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Operating Systems

Syncing your Google and Outlook calendars

Google Calendar Sync, a free utility from the search giant, makes it easy to keep your Google Calendar and Microsoft Outlook calendar on the same page. There are a few caveats, though.

Last January, a Worker's Edge post described how to swap data between your Google Calendar and the calendar in Outlook 2003 or 2007, using the import/export functions of each product.

A few months later, Google released a free program that not only moves data between the two calendar apps, but it also syncs the calendar entries automatically at the interval of your choice.

Google Calendar Sync is so fast and simple to use that my calendars were synced before I knew it. When you install the program, you're asked where you want to place the utility's shortcuts; by default, they'll be added to your Start menu and desktop.

Google Calendar Sync installer shortcut options
Uncheck the installer's shortcut options to prevent a new icon to be added to your Start menu or desktop. Google

When the installation completes, the program's main window opens, prompting you to add your Google ID and password, and to select either two-way syncs, syncs from Google Calendar to Outlook, or syncs from Outlook to Google Calendar. You can also reset the frequency of updates; the default is every two hours.

Google Calendar Sync settings
Decide whether you want two-way calendar syncs, or one-way transfers between Google Calendar and Outllook. Google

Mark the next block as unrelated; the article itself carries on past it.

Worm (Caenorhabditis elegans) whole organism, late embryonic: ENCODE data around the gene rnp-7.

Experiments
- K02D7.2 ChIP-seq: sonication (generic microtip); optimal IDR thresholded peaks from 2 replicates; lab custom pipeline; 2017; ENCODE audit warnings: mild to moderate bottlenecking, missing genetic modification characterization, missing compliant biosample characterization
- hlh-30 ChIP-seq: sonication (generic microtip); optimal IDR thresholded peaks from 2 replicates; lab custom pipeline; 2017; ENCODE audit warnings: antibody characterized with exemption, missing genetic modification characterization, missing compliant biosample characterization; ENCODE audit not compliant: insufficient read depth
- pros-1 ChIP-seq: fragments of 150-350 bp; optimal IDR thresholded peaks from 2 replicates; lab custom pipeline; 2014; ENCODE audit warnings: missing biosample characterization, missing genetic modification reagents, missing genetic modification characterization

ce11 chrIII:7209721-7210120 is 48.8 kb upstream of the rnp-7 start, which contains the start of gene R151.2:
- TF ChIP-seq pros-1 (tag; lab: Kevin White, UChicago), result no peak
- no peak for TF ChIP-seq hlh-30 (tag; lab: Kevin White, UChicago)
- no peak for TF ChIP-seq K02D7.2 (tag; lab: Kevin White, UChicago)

If Outlook's not open on your machine, you'll be prompted to enter your Outlook username and password. Then the data in each calendar will be added to the other (if you selected the two-way option). When I installed the Google sync utility, I was surprised how quickly the dozens of entries in my Google Calendar were added to Outlook.

I didn't I notice any missing or garbled entries. In fact, the similarity of the two calendars' appearance was a little spooky: I thought for a second that Google had taken possession of my copy of Office. (I probably jumped the gun on that thought by a couple of years.)

Google offers some caveats about using its Calendar Sync program. For example, you need to uninstall any third-party calendar-syncing applications on your PC beforehand. If you've been using another method, you must choose which of the two calendars you want to use as your primary one and clear the entries from the other. Finally, you have to perform a one-way sync from the primary to the secondary before you can schedule automated syncs.

Another limitation of the utility is that only your pop-up event reminders will transfer from Google Calendar to your Outlook calendar because Outlook doesn't support e-mail and SMS alerts. If you encounter problems using Google Calendar Sync, check the information on Google's troubleshooting page for the program.

After seeing what Google can do to enhance Office applications, I'm thinking that a Windows-killing desktop operating system from the company isn't such a bad idea.